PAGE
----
Bush and the Islamists

The State Department response to the completely anodyne cartoons published in Denmark can only be described as pathetic appeasement. You'd think that no one in Foggy Bottom was aware of the intimidation of free thought in Europe by Islamist thugs. The cartoons were not designed to "incite religious or ethnic hatreds." They were designed to protest such incitement - and we have the corpses of Theo van Gogh and Pim Fortuyn as useful proof. It reminds me of the pusillanimous response of the first Bush administration to the despicable threat against Salman Rushdie. Clinton, of course, has been even worse. Then there's this:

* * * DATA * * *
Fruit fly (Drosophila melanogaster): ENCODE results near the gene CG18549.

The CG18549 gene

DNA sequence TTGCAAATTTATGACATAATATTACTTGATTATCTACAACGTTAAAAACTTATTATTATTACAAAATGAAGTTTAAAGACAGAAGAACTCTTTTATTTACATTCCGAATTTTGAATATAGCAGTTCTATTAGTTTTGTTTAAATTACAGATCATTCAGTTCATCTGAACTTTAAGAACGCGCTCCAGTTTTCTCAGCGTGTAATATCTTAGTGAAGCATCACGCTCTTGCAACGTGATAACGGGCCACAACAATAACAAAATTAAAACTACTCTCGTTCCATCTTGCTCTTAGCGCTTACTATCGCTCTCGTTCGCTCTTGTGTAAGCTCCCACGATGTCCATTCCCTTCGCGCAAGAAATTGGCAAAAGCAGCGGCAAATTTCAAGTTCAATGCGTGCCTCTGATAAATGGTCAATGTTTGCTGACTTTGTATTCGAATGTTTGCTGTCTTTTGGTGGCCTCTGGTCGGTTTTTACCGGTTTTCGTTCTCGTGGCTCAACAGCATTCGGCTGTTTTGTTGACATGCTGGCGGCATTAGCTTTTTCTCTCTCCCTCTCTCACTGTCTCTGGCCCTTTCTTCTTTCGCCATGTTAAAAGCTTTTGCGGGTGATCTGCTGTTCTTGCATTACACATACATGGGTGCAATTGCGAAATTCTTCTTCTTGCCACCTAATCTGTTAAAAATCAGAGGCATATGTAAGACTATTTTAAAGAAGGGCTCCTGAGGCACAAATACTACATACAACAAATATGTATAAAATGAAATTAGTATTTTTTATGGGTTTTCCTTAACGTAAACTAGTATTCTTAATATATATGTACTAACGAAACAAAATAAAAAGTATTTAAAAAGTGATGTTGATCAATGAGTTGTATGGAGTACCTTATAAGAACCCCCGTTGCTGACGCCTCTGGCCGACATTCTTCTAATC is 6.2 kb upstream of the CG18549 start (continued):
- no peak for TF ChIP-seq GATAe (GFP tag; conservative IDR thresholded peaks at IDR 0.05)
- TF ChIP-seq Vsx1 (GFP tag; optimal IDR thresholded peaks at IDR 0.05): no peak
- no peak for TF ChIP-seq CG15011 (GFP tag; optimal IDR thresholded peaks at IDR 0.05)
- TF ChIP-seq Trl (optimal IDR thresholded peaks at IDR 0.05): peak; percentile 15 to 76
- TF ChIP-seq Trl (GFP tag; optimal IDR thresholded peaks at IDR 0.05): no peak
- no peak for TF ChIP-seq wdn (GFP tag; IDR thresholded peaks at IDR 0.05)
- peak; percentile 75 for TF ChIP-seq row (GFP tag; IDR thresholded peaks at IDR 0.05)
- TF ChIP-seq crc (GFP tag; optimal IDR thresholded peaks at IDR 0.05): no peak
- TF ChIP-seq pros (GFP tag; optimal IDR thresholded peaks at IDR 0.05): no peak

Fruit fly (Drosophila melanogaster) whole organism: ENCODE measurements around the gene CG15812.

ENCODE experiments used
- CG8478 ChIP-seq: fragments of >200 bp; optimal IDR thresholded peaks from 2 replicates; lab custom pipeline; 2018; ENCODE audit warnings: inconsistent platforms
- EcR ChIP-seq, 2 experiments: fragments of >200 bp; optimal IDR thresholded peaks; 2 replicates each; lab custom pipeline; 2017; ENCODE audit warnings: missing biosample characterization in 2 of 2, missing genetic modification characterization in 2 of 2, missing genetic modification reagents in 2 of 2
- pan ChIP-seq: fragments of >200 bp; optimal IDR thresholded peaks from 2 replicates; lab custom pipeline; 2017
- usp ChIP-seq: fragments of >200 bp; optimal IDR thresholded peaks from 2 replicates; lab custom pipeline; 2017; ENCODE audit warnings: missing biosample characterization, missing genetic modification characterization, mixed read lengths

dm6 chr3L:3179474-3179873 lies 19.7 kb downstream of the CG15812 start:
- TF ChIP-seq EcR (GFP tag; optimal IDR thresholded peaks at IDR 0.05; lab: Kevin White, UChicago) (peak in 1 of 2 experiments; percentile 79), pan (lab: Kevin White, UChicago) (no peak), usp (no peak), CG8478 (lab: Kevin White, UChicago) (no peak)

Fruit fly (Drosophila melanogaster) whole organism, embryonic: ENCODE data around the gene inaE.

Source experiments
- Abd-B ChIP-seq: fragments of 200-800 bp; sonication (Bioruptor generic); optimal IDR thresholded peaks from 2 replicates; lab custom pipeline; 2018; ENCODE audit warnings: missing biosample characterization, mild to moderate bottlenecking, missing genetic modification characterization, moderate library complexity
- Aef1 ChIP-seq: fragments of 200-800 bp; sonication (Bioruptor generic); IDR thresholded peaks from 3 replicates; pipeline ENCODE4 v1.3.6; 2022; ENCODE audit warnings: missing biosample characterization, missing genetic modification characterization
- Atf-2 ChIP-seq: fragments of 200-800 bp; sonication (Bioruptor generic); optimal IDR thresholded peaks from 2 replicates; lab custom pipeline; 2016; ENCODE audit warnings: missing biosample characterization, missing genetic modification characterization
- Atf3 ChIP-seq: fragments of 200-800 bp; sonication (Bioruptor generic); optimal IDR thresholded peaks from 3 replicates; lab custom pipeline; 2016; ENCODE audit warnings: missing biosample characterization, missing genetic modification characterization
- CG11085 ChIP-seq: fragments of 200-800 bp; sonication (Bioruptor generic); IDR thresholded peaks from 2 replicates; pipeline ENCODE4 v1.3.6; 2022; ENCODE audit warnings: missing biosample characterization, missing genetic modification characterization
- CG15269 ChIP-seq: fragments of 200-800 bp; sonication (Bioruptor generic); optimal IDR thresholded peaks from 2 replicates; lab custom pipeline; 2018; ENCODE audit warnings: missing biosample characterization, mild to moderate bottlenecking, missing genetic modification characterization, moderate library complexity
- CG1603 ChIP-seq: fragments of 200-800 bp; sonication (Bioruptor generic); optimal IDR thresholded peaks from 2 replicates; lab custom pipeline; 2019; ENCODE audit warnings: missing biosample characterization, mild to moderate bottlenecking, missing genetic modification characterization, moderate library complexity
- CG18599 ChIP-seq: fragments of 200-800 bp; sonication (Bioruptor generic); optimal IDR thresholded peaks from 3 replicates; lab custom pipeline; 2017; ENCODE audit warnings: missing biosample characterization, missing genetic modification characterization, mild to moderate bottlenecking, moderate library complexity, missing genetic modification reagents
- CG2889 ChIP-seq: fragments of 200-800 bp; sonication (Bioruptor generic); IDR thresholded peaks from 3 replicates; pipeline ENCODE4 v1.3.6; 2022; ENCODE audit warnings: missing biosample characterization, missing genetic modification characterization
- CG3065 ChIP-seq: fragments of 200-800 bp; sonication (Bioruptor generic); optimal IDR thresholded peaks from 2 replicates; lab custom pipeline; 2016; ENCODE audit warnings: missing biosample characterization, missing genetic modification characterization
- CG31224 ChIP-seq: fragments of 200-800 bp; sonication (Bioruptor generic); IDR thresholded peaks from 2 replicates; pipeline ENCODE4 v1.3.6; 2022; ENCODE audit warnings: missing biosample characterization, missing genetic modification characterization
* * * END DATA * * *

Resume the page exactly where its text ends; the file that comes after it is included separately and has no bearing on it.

"Anti-Muslim images are as unacceptable as anti-Semitic images, as anti-Christian images or any other religious belief," State Department spokesman Sean McCormack told reporters.

So where are the State Department condemnations of vile anti-Semitic cartoons published by government-run papers in the Middle East? Why the double standard? And just for the record: statements that offend people's religious beliefs are perfectly acceptable in a free society. They may not always be admirable; they may even be objectionable. But freedom does not distinguish between "acceptable" words and "unacceptable" ones, when it comes to commenting on public matters, including - and especially - religion. And there is no more pressing public matter today than the intersection of fundamentalist extremism and politics. In this war, the Bush administration just made a strong statement. For the other side.